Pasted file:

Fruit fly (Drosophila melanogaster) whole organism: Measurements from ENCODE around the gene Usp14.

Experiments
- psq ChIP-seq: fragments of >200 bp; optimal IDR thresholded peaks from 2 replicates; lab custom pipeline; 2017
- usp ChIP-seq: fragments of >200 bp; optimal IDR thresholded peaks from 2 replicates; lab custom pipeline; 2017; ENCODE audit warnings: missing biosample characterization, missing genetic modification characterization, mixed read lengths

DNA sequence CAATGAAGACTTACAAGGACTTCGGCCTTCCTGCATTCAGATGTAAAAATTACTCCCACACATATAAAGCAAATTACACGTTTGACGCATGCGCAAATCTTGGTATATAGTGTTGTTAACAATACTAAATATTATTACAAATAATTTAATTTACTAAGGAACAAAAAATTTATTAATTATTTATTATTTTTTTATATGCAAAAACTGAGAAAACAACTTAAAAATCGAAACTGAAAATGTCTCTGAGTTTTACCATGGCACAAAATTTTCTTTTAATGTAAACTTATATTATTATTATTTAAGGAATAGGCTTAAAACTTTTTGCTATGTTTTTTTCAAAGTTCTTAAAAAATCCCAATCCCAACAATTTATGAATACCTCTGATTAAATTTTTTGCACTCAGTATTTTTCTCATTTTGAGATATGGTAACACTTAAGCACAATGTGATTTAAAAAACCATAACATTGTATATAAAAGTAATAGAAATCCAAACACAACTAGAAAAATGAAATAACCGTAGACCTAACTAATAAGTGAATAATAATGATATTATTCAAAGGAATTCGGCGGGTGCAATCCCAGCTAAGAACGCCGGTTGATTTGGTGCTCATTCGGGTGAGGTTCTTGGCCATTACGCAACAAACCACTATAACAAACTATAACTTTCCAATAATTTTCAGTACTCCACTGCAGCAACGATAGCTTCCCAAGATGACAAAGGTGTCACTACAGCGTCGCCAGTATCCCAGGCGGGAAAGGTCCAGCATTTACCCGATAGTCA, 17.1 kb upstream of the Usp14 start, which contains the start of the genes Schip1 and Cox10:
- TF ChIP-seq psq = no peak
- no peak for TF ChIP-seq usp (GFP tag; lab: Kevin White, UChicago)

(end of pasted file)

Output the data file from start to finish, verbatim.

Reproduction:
Fruit fly (Drosophila melanogaster) whole organism: Measurements from ENCODE around the gene Usp14.

Experiments
- psq ChIP-seq: fragments of >200 bp; optimal IDR thresholded peaks from 2 replicates; lab custom pipeline; 2017
- usp ChIP-seq: fragments of >200 bp; optimal IDR thresholded peaks from 2 replicates; lab custom pipeline; 2017; ENCODE audit warnings: missing biosample characterization, missing genetic modification characterization, mixed read lengths

DNA sequence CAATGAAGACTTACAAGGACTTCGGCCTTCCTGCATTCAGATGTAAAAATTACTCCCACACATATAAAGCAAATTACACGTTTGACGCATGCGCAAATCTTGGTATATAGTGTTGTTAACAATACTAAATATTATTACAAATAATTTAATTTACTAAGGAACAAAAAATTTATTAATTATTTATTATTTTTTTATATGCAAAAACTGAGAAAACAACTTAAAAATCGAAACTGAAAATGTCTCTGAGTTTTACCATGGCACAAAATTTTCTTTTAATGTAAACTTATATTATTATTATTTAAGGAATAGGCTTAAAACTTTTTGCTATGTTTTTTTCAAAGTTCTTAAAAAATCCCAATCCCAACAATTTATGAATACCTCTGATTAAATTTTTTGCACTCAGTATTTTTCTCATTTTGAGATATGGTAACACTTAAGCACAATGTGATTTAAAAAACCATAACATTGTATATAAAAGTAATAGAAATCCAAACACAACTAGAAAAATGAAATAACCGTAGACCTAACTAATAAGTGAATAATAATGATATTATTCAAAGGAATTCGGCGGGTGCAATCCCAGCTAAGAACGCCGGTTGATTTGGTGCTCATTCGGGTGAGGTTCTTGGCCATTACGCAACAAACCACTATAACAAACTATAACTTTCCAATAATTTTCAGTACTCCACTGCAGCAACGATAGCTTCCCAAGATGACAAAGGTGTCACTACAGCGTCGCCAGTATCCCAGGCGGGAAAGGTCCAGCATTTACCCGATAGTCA, 17.1 kb upstream of the Usp14 start, which contains the start of the genes Schip1 and Cox10:
- TF ChIP-seq psq = no peak
- no peak for TF ChIP-seq usp (GFP tag; lab: Kevin White, UChicago)